Calculating Video Bitrate
Now that you've determined how much space will be devoted to each title you'll want to go back to your original (unweighted) numbers for length. You'll also want to open up the bitrate calculator to get your bitrates. Times need to be entered divided into hours, minutes, and seconds. For each 3,600 you can subtract from the number of seconds it's 1 hour long. After subtracting the hours, divide the remainder by 60 and everything to the left of the decimal point will be the number of minutes. Multiply the number to the right of the decimal point by 60 to get the number of seconds.
Using The Bitrate Calculator
The bitrate calculator is fairly straight forward to use. Enter the length of the group you're calculating the bitrate for. Below that you'll want to set it to 1 DVD of Custom size, and set the custom size to whatever you calculated based on weighted times. Also make sure to change the Audio Bitrate setting to 192kpbs. At the bottom you'll see a listing for Calculated Bitrate, which is the average bitrate you'll use when encoding.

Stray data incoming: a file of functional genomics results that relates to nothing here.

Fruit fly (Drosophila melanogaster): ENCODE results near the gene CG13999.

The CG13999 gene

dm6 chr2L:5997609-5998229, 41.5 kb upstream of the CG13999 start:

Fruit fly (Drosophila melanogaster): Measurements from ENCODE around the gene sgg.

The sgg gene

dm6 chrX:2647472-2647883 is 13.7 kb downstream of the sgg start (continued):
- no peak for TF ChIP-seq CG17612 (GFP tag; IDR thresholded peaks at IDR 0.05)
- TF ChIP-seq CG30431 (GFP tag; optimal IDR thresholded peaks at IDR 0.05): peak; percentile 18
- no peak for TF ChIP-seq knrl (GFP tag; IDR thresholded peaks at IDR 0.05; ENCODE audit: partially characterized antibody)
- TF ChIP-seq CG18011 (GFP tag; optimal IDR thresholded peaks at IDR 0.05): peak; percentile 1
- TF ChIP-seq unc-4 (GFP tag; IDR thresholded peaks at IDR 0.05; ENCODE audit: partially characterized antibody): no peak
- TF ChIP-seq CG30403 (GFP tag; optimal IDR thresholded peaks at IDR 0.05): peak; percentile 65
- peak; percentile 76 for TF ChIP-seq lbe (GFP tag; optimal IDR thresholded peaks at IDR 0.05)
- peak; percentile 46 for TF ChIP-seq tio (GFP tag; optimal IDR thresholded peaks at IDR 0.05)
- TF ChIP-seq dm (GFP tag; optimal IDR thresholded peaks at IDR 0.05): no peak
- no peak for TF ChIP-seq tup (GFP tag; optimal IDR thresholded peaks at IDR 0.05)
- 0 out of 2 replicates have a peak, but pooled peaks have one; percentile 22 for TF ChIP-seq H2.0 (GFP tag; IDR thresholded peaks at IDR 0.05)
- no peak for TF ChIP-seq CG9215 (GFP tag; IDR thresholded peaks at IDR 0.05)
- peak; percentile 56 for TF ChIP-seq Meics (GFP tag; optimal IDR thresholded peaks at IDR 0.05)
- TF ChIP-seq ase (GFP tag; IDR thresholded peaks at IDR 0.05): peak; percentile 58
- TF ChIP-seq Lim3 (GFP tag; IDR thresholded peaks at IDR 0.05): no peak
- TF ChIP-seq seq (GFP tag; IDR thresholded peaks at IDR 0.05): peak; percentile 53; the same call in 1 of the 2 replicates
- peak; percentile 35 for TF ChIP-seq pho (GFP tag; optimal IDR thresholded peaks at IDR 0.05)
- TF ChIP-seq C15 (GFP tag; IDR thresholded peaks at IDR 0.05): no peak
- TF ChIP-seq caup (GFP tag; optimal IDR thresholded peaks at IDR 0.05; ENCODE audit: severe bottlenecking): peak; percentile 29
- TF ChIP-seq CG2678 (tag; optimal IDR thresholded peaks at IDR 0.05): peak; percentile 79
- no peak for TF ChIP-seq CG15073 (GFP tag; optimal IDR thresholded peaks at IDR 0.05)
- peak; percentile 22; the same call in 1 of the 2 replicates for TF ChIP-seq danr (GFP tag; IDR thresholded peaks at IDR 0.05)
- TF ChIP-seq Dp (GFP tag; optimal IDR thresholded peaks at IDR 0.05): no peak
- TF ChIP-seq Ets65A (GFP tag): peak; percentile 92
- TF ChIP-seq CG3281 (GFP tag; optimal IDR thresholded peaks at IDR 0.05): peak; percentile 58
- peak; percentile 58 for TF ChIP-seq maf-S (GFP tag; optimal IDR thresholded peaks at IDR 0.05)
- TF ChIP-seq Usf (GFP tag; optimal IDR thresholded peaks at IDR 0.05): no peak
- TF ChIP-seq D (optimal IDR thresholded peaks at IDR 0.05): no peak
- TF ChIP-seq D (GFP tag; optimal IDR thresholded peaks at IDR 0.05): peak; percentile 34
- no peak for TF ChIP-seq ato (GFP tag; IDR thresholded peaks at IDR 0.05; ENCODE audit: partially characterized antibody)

The average bitrate for the main feature will be set at 6,597kbps. Although the bitrate calculator recommends a maximum bitrate of 9,603kbps, due to some players not being capable of recordable DVD playback at quite the same speed as they play stamped discs I never like to go higher than 9,000kbps.
Although the total length of our cartoons is longer than the main feature, due to our weighting in the previous step the average bitrate suggested is a much lower 4,556kbps. Once again I recommend lowering the maximum bitrate for your encodes to 9,000kbps.
With the lowest weight of all three groups of titles, you'd expect the trailers to be assigned the lowest bitrate as well. In fact it's as low as 3,427kbps, which should still be plenty high for the material. 9,000kbps will once again be my maximum bitrate of choice.